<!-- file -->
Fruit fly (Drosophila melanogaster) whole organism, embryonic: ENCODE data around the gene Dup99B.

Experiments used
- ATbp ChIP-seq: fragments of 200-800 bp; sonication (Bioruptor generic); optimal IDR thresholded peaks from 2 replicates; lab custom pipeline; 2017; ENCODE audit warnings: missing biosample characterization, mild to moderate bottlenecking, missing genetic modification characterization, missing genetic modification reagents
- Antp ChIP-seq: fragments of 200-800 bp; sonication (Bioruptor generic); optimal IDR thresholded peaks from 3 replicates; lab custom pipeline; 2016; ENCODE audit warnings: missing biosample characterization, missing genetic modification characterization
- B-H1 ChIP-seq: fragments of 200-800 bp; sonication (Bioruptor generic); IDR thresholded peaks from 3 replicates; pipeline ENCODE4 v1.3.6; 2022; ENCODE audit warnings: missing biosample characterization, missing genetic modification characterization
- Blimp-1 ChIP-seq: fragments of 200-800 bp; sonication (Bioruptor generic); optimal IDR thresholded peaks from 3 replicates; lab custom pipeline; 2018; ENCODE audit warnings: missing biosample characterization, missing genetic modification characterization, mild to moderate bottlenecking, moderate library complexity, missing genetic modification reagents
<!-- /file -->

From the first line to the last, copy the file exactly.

Fruit fly (Drosophila melanogaster) whole organism, embryonic: ENCODE data around the gene Dup99B.

Experiments used
- ATbp ChIP-seq: fragments of 200-800 bp; sonication (Bioruptor generic); optimal IDR thresholded peaks from 2 replicates; lab custom pipeline; 2017; ENCODE audit warnings: missing biosample characterization, mild to moderate bottlenecking, missing genetic modification characterization, missing genetic modification reagents
- Antp ChIP-seq: fragments of 200-800 bp; sonication (Bioruptor generic); optimal IDR thresholded peaks from 3 replicates; lab custom pipeline; 2016; ENCODE audit warnings: missing biosample characterization, missing genetic modification characterization
- B-H1 ChIP-seq: fragments of 200-800 bp; sonication (Bioruptor generic); IDR thresholded peaks from 3 replicates; pipeline ENCODE4 v1.3.6; 2022; ENCODE audit warnings: missing biosample characterization, missing genetic modification characterization
- Blimp-1 ChIP-seq: fragments of 200-800 bp; sonication (Bioruptor generic); optimal IDR thresholded peaks from 3 replicates; lab custom pipeline; 2018; ENCODE audit warnings: missing biosample characterization, missing genetic modification characterization, mild to moderate bottlenecking, moderate library complexity, missing genetic modification reagents